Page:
How She Read is Gibson's debut book of poetry. Her work has been published in Room magazine and Making Room: 40 years of Room Magazine (Caitlin Press, 2017), and she was shortlisted for PRISM magazine's 2017 Poetry Prize. An award-winning teacher, she teaches writing and visual communication in the School of Interactive Arts & Technology at Simon Fraser University.

Editorial Reviews

“With How She Read, Chantal Gibson has created a searing and a soaring poetic and visual meditation, which acts as a balm for our aching souls. How She Read offers a rich, multi-flavoured one-pot meal to restore the body and mind and ignite creative flight. By turns outraged, elegiac, and loving, Chantal Gibson meditates on blackness, womanhood, betrayal, denial, resilience, and freedom. How She Read flings open the back door to Canada. It sparks an inquiry and packs a wallop in every line and on every page.”

—Lawrence Hill, author of The Book of Negroes and The Illegal

“In this incendiary collection, How She Read, Chantal Gibson subverts and reconfigures language and education—the root of so much misinformation and racism—with style, fierceness, and sly subversion. Not only does this writing take control of the narrative, it burns the colonial gaze to the ground. This book is the most brilliant kind of backtalk.”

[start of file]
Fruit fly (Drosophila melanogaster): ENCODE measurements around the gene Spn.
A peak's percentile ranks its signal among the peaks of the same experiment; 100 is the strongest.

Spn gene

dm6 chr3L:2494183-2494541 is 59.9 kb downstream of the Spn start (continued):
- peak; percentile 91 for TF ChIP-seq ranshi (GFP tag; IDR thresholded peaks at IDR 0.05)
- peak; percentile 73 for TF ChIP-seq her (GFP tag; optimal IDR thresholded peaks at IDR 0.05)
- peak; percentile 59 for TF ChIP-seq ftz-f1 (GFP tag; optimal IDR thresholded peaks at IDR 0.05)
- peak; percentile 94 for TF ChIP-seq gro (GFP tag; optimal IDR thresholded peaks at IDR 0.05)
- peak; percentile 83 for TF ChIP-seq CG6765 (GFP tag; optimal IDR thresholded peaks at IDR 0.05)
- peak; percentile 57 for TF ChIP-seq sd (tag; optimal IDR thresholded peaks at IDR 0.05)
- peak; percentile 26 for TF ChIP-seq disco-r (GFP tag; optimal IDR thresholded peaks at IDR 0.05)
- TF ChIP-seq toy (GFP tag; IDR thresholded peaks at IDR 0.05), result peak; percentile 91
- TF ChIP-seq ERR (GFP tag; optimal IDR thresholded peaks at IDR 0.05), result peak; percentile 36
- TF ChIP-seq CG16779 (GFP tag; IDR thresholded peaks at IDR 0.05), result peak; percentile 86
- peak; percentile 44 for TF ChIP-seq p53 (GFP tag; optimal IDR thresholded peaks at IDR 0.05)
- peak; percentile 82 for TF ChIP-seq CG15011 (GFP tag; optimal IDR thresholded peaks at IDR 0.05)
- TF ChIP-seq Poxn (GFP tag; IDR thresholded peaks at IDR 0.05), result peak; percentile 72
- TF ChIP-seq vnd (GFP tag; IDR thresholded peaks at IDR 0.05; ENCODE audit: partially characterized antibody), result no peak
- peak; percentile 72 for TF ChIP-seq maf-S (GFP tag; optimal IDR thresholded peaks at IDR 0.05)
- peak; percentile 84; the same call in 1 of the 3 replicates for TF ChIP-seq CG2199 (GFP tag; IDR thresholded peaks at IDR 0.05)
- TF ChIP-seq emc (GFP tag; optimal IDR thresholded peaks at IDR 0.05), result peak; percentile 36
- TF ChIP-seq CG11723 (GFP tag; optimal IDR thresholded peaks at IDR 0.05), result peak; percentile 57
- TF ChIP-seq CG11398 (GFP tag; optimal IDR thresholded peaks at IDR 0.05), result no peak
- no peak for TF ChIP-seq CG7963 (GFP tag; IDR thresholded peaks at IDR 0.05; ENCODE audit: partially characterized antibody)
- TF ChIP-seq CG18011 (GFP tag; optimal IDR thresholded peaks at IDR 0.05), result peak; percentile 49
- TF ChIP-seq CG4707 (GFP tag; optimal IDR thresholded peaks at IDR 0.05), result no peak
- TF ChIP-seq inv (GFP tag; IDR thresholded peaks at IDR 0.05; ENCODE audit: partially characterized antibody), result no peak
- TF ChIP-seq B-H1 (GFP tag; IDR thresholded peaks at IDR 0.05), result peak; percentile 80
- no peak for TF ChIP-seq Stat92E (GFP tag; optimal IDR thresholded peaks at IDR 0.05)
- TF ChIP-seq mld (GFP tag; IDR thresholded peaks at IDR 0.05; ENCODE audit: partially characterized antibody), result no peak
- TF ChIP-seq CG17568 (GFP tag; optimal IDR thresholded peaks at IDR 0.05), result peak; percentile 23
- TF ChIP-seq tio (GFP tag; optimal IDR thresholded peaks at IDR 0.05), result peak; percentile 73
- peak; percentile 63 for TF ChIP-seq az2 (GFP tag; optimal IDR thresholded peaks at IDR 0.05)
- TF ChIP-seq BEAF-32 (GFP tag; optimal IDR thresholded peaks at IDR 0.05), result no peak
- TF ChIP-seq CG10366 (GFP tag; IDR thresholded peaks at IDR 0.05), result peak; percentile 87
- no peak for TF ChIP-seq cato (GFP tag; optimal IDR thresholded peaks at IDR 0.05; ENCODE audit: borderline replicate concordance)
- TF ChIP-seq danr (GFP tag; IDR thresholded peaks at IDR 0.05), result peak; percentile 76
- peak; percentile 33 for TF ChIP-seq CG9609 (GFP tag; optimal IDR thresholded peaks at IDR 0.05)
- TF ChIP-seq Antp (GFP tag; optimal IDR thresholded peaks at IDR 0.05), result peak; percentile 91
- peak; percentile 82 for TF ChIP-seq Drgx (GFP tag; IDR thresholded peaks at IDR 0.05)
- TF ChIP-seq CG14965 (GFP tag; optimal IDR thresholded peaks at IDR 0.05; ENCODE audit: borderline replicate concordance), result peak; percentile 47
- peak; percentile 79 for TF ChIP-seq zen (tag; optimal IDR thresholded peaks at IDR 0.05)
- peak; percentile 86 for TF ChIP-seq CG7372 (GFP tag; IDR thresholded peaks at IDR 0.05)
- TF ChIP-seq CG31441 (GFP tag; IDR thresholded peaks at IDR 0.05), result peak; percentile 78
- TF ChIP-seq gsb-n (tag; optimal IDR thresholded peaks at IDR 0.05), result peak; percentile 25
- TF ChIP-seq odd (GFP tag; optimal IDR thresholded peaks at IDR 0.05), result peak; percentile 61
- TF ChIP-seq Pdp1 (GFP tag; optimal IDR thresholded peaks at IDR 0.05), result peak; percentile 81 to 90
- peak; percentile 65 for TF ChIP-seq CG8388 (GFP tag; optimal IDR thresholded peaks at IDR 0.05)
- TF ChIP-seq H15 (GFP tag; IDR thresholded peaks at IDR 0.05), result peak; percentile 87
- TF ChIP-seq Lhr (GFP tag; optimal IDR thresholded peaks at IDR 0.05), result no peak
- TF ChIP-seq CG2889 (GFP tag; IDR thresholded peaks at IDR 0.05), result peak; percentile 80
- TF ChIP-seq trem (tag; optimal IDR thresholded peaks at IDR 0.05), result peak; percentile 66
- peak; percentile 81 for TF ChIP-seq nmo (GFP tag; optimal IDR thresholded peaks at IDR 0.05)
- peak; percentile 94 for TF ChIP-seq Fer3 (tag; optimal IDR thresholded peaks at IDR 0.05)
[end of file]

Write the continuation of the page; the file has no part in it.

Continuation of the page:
—Wayde Compton, author of The Outer Harbour

How She Read is no subsidiary diary, but the output of an insurrectionist, a Black Woman who taketh the alphabet apart, who breaketh Imperialists into wimps, whimpering. Doctorated in Liberation Letters, in Freedom Grammatology, Chantal Gibson has read her Brand, her NourbeSe, her Black (Canuck) Herstory and is gonna hit you with the Truth, whether ya like it or not. From deconstructing the pigments available in a classic Laurentien Colored Pencils Case to voicing Viola Desmond’s outrage at the thought that anyone can buy her silence by placing her on a Canuck $10 bill, Gibson doesn’t hesitate to wield black ink and even stenographer markings to project a distinctly indelible black voice onto the still-too-white pages of Can Lit. Maybe these lines from ‘homograph’ help declare her powerful fusion of polite cogitation and damning street-talk: ‘I heard the lawyer argued you were coloured by your emotions. Quite naturally. What other reason would you have to beat a white bitch down?’ Amen. How She Read is T.N.T.—no matter how you translate these poems.”

—George Elliott Clarke, seventh Parliamentary Poet Laureate (2016–17)

“Chantal Gibson beautifully infuses history, poetry, and art into an incredible genre-breaking collection. How She Read speaks not only to Black girls, but skillfully gives voice to those left to stew in silence. Through conversation and dialogue, through art meeting science, she wraps us in a heavy quilt lined with poetic grammar inventions. Gibson takes each reader on a journey as she writes, then gifts us an important piece of missing history.”

—Chelene Knight, author of Dear Current Occupant

Related lists